Updated: Sep 15
The date was May 11, 2013. A man named David Whelan stood in the owner’s box of Wembley Stadium. He attempted to hold back tears of joy as he looked down and watched the celebrations on the field. This was his dream. This was his vision. This was the culmination of 18 years of hard work as an owner. Wigan Athletic F.C., his Wigan had just won the FA Cup.
Words simply do not do justice to the magnitude and emotion of this moment. When Whelan first bought Wigan in 1995, they were playing in the fourth division of English football. One relegation away from no longer being considered a professional team. And in that moment, where there appeared to be no hope, Whelan promised to bring silverware to this team at the very bottom of professional football. On that day in May, he made good on that promise with his Premier League team.
Seven years later the team is on the brink of bankruptcy and headed back to the third division of English football.
So what went wrong?
It all started in December 2018. After a twenty-three year reign at the helm of the club, Whelan decided to sell his shares in the team, along with the stadium and player facilities in a £22m deal. The buyer in this deal was a corporation called IEC (International Entertainment Corporation) whose leader was a man named Stanley Choi. Choi was a professional gambler based in Hong Kong who accrued his wealth in high stakes poker games.
All was well and good with the club until June 4th, 2020 when Choi decided he no longer wanted IEC to own Wigan. And so IEC sold the club to a second company named NLF (Next Leader Fund) in a £40m deal. No problems here, right?
Well, the issue is that Choi never actually sold the company. Because he owned both IEC and NLF. So, he was essentially selling the club to himself.
This becomes even more suspicious when you take a closer look at NLF. The company was only founded earlier that year at an offshore site in the Cayman Islands. But perhaps the most suspicious part of this deal is how NLF was able to afford it.
The funding to purchase Wigan came from a loan from IEC to NLF.
But despite all the shadiness surrounding the sale, the deal ultimately went through.
Then June 24th comes.
A man named Au Yeung Wai Kai took control of NLF and thus became the owner of Wigan. It wasn’t even a week he was in charge before the club went into administration, meaning that the owner was unable to financially support the club and league administrators had to step in.
This is truly mind-boggling, as Kai passed the test all owners are required to take to make sure they truly have the assets to support a professional team. And yet, somehow, in the span of a week, his situation changed so drastically that he no longer had the funds to do so.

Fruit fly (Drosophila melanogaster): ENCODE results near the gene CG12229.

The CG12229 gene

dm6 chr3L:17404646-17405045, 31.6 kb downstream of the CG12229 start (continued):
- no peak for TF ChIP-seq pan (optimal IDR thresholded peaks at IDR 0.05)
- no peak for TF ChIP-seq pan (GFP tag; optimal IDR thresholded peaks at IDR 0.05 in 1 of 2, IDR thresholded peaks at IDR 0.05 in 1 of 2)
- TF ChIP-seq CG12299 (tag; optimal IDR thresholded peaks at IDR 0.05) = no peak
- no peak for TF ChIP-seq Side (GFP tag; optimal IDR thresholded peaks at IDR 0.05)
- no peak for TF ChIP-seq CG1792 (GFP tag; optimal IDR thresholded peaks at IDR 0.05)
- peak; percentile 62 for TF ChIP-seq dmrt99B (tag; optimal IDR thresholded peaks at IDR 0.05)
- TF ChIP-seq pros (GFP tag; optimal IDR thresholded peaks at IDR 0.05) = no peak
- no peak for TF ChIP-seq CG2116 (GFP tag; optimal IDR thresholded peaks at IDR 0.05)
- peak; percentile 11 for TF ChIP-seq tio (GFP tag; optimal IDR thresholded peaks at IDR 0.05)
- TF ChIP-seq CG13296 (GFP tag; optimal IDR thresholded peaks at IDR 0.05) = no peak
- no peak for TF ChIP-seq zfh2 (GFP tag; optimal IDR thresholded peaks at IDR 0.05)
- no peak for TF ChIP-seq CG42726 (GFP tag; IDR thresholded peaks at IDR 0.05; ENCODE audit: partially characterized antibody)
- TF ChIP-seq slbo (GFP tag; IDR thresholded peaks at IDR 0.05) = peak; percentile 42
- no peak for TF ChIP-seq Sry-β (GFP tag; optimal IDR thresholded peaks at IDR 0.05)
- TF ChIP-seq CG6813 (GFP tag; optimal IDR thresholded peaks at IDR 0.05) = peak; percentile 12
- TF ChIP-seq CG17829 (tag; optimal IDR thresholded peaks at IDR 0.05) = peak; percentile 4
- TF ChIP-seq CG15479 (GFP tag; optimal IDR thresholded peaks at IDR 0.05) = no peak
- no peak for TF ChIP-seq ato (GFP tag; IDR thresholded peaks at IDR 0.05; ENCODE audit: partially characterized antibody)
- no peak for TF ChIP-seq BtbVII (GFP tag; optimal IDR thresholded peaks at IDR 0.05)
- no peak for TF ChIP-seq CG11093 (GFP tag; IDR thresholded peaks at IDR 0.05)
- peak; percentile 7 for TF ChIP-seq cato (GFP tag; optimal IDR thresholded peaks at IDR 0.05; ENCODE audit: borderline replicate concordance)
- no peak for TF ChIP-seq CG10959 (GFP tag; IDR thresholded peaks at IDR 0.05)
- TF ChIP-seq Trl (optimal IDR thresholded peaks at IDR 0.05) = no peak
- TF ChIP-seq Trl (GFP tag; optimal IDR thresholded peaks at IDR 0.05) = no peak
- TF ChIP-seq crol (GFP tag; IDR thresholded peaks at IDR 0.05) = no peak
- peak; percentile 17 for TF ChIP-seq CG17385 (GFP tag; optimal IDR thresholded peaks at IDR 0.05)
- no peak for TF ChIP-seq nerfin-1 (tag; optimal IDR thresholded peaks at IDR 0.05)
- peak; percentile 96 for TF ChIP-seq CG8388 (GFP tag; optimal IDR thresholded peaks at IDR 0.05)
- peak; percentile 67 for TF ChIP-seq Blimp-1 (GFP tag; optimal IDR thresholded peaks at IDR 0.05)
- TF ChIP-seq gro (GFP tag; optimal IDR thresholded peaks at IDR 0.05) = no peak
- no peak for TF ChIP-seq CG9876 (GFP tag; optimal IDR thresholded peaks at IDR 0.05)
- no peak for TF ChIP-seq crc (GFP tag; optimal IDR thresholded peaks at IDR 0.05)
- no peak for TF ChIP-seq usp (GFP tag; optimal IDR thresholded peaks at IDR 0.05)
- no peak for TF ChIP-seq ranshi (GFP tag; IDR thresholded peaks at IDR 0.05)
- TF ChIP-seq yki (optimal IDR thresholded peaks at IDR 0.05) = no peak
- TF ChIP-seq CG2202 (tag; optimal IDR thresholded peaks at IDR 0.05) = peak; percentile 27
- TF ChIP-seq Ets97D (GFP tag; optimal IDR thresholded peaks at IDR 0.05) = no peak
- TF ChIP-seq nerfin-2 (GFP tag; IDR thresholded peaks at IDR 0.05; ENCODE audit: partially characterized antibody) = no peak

The punishment for a club going into administration is a 12 point deduction on the league table which brought Wigan from 13th place to 23rd; right in the relegation zone.
So why is this happening? Well, one possible answer to that question came from English Football League Championship chairman Rick Parry. In leaked audio, Parry says, “There’s rumours that there is a bet in the Philippines on them being relegated because the previous owner has got gambling interest in the Philippines.”
And this theory isn’t particularly far-fetched. Choi owned several casinos in the Philippines that could’ve been responsible for the aforementioned bet. Kai did hire two new board members with no qualifications besides a relationship with the owner, and they ultimately voted to go into administration. And if that wasn’t enough, there’s no evidence to support the fact that Kai’s finances changed during his first week of ownership to a degree that would make him go into administration.
Their history would also suggest that they could be the orchestrators of a nefarious plan like this. Choi had already been investigated for crooked business deals in 2010 and Kai was declared bankrupt in 2004.
On top of all that, both IEC and NLF have essentially shut down since the club went into administration.
Despite the overwhelming amount of evidence, Wigan is still technically just a victim of poor ownership rather than one of the most intricate con jobs in recent history. That being said, their fall from grace is tragic no matter what the ongoing investigation concludes. By no fault of their own, the club has been dragged right back to the place they fought so hard to leave. The players and its supporters left with only the memory of the great Wigan Athletic F.C.